Yahoo Q3 results exceed analyst projections

Yahoo ushered in Marissa Mayer as its new CEO with a third-quarter earnings report that topped analyst estimates. The results announced Monday show Yahoo’s net revenue barely grew at a time when advertisers are spending more money marketing their products and services online. Nevertheless, the numbers were slightly better than analysts projected. Yahoo hired Mayer […]

Yahoo ushered in Marissa Mayer as its new CEO with a third-quarter earnings report that topped analyst estimates.

The results announced Monday show Yahoo’s net revenue barely grew at a time when advertisers are spending more money marketing their products and services online.

Nevertheless, the numbers were slightly better than analysts projected. Yahoo hired Mayer away from rival Google Inc. to orchestrate its latest turnaround attempt in mid-July, shortly after the quarter started.

Investors applauded the early progress reflected in Monday’s report. Yahoo shares gained 48 cents, or 3%, to $16.25 in extended trading.

The company earned $3.2 billion, or $2.64 per share, in during the three months ending in September. Most of that profit stemmed from a one-time gain of $2.8 billion that Yahoo pocketed by selling half its stake in Alibaba Group, one of China’s most successful internet companies. Yahoo earned $293 million, or 23 cents per share, at the same time last year.

If not for the Alibaba windfall and a restructuring charge, Yahoo said it would have earned 35 cents per share. On that basis, the company topped the average earnings estimate of 26 cents per share among analysts surveyed by FactSet.

Yahoo’s revenue for the quarter totalled $1.2 billion, a 1% decrease from last year. But that comparison is misleading because last year’s revenue included revenue that Yahoo no longer books because of an Internet search advertising partnership that diverts some of its ad sales to Microsoft Corp.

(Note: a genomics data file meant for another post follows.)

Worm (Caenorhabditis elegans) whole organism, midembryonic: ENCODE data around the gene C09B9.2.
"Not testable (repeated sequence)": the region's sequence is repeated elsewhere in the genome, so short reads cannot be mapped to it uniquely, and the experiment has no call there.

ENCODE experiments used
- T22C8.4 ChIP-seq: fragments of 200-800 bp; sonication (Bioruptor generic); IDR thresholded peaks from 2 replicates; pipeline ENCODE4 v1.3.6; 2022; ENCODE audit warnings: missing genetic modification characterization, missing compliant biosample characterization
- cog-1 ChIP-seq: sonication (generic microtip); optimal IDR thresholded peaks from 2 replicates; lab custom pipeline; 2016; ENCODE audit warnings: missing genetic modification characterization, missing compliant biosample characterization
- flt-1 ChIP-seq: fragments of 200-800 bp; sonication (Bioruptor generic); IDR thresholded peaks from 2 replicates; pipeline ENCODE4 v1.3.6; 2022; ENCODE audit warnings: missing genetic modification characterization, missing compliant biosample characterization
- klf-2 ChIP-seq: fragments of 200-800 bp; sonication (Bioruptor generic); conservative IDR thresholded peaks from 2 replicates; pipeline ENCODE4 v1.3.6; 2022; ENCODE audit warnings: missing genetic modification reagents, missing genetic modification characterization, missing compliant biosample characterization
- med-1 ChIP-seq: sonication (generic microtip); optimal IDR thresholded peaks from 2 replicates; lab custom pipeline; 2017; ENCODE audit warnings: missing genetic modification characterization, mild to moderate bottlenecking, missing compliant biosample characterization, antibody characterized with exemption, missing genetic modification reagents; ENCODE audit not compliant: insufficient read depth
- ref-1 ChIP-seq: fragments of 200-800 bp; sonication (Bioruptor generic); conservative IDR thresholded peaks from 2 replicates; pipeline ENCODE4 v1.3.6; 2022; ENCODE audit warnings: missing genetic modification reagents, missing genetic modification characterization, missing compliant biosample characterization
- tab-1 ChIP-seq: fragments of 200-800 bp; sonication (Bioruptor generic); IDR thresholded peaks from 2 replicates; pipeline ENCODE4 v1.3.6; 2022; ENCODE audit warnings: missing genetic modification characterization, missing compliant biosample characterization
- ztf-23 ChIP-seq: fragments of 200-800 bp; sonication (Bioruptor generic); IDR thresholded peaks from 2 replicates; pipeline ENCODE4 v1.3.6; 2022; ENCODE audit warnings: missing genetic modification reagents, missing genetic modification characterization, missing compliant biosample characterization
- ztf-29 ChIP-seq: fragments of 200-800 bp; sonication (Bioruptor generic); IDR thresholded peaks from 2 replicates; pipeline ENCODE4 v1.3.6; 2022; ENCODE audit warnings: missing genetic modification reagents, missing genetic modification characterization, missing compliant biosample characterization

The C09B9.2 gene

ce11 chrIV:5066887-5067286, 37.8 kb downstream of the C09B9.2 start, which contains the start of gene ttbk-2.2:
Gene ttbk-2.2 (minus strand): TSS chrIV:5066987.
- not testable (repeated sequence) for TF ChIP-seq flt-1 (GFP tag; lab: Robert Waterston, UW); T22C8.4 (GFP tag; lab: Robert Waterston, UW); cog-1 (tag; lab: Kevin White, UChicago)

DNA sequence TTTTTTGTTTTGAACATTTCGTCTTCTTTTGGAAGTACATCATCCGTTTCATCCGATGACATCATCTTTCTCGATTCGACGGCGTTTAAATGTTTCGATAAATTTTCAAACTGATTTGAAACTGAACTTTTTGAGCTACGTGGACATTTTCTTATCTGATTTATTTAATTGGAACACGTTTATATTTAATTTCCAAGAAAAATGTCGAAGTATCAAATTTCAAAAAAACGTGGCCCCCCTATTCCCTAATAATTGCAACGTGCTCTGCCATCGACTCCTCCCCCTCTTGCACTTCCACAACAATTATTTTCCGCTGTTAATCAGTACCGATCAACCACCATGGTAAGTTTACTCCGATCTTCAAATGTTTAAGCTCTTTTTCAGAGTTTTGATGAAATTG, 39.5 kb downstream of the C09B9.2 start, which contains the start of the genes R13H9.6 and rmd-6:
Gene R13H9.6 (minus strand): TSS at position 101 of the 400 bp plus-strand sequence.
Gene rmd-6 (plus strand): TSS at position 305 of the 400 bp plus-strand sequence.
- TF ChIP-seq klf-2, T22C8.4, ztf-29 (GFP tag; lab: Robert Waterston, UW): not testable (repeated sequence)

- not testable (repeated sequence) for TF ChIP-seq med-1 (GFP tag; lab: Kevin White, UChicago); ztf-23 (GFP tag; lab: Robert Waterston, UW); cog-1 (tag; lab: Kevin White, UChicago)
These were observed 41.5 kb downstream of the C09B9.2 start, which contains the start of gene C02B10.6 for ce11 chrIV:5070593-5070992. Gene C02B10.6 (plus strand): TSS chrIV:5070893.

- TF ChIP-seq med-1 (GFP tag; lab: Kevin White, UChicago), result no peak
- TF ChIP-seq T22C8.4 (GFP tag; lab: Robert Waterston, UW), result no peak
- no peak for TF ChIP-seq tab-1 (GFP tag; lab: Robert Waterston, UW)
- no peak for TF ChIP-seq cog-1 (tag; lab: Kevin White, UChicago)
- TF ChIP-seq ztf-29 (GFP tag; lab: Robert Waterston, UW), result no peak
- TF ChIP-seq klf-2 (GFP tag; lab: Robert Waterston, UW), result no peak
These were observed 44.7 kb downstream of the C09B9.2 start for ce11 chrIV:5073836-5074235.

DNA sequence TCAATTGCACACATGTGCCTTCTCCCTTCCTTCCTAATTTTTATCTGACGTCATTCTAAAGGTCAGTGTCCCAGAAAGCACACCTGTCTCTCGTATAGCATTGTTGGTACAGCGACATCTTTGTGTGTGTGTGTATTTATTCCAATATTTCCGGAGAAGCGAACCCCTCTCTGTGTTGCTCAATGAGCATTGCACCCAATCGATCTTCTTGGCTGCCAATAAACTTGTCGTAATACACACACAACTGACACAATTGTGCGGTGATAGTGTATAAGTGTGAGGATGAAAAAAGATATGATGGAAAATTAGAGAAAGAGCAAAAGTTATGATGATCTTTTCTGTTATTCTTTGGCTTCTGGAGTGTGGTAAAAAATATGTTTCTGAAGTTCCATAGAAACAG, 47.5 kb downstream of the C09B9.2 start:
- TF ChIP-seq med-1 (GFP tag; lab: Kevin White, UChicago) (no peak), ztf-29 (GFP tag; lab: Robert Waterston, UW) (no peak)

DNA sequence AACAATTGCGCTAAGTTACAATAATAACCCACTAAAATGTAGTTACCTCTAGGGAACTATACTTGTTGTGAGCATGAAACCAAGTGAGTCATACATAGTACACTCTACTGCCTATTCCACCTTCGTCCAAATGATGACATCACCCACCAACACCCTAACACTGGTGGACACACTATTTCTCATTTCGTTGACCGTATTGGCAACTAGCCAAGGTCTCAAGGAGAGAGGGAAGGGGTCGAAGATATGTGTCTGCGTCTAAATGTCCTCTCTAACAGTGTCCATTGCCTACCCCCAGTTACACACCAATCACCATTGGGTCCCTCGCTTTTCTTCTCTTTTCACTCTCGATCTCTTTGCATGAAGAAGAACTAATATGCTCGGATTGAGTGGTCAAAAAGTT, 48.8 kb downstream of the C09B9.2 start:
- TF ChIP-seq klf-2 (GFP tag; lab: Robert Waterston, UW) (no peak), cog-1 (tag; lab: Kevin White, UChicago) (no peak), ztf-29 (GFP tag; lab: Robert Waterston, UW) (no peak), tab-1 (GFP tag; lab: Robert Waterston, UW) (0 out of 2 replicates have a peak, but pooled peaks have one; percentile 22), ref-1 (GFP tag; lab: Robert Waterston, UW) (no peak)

Wall Street focuses on net revenue – the amount of money Yahoo keeps after paying its commission to Microsoft and other sites that run its ads.

Net revenue in the latest quarter rose 2% to $1.09 billion – about $10 million more than analysts had predicted.

Although it wasn’t substantially above the analyst target, the net revenue figure came as a relief after years of letdown under the previous five full-time and interim CEOs that have run Yahoo since the company turned down an opportunity to sell itself to Microsoft for $33 per share in May 2008.

The meagre revenue growth illustrates the challenges facing Mayer as she tries to come up with a strategy that will persuade advertisers to rely more on Yahoo’s website instead of Google’s extensive marketing network and Facebook’s popular social networking service.

“We’re taking important steps to position Yahoo for long-term success, and we’re confident that our focus on quality and improving the user experience will drive increased value for our advertisers, partners and shareholders,” Mayer said in a statement.

Mayer, 37, is expected to elaborate on her plans during a Monday conference call with analysts.

Media Articles

Women’s World Cup scores record TV ratings

FIFA championship wins on social, too

COMB adds two Western Canada members

Canadian Digital Network and Signpatico Digital Advertising

Pinterest moves into ecommerce with Buyable Pins

Shopping from the social service comes from partnership with Shopify

Inside Facebook: How to make sense of audience measurement

Are brands getting a handle on the mobile revolution?

WestJet’s expert social media response to bomb hoaxes

The airline's transparent approach has helped calm nerves

New survey tracks the divide between online and broadcast

Many find their faves online and show little knowledge of the new fall schedule

Lexus gets Maclean’s cover treatment

Automaker gets in early on cover/table of contents offering

Bell Media strikes with Women’s World Cup

Canada's five matches average 4 million viewers

Canadians continue ‘tuning out’ of traditional TV: MTM

Study shows slow, steady shift to smart devices and new media